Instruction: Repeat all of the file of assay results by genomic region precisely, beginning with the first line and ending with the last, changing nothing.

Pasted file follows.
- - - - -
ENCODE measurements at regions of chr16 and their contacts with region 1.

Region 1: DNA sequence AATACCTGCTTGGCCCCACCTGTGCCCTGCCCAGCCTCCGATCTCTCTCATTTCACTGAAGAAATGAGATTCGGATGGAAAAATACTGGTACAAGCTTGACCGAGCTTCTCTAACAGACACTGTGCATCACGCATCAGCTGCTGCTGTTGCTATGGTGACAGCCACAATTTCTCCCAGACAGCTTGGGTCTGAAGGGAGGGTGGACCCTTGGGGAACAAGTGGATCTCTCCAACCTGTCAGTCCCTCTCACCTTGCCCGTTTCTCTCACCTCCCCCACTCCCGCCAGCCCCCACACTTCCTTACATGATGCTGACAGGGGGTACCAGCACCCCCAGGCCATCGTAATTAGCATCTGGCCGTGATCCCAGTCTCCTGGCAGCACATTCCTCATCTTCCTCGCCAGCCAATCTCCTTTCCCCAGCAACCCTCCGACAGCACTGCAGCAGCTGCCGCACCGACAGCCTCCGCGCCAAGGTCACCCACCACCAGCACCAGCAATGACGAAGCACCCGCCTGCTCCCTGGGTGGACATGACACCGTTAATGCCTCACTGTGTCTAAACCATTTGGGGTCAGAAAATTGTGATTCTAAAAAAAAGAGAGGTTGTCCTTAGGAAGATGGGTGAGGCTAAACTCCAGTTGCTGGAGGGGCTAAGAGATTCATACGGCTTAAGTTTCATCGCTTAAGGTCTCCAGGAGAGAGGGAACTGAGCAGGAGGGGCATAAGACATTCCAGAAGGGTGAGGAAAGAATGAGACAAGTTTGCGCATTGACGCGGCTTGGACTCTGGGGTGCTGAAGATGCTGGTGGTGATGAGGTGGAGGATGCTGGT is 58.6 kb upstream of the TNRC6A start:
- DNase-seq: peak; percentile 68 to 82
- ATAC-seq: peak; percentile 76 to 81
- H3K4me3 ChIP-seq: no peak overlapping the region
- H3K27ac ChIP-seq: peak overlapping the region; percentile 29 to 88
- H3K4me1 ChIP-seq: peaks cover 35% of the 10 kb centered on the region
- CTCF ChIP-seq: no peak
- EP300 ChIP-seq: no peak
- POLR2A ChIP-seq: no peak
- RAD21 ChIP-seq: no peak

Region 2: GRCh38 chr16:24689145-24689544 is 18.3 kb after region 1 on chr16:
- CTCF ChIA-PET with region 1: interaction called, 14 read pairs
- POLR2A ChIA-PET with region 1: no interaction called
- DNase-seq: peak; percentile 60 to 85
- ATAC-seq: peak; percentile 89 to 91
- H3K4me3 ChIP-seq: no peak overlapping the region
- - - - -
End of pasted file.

ENCODE measurements at regions of chr16 and their contacts with region 1.

Region 1: DNA sequence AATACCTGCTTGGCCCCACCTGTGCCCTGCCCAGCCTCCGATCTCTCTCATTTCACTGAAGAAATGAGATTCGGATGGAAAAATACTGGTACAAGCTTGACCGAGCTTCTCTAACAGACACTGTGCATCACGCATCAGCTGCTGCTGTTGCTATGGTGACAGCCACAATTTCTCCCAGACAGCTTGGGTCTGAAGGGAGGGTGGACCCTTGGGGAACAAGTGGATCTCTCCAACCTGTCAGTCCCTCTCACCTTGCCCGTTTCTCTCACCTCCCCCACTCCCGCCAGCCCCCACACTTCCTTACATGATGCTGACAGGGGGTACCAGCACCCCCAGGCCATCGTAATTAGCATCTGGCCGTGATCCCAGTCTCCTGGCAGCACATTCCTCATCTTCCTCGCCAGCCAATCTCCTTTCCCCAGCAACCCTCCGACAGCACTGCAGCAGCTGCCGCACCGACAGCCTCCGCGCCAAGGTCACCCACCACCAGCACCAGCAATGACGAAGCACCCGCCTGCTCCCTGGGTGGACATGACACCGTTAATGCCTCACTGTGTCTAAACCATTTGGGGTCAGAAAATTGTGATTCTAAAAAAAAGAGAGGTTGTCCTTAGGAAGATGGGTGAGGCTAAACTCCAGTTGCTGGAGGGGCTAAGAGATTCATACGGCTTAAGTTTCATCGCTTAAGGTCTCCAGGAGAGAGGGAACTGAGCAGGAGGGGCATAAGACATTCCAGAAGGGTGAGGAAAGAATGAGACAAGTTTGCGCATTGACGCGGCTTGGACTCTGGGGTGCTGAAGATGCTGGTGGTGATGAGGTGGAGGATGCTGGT is 58.6 kb upstream of the TNRC6A start:
- DNase-seq: peak; percentile 68 to 82
- ATAC-seq: peak; percentile 76 to 81
- H3K4me3 ChIP-seq: no peak overlapping the region
- H3K27ac ChIP-seq: peak overlapping the region; percentile 29 to 88
- H3K4me1 ChIP-seq: peaks cover 35% of the 10 kb centered on the region
- CTCF ChIP-seq: no peak
- EP300 ChIP-seq: no peak
- POLR2A ChIP-seq: no peak
- RAD21 ChIP-seq: no peak

Region 2: GRCh38 chr16:24689145-24689544 is 18.3 kb after region 1 on chr16:
- CTCF ChIA-PET with region 1: interaction called, 14 read pairs
- POLR2A ChIA-PET with region 1: no interaction called
- DNase-seq: peak; percentile 60 to 85
- ATAC-seq: peak; percentile 89 to 91
- H3K4me3 ChIP-seq: no peak overlapping the region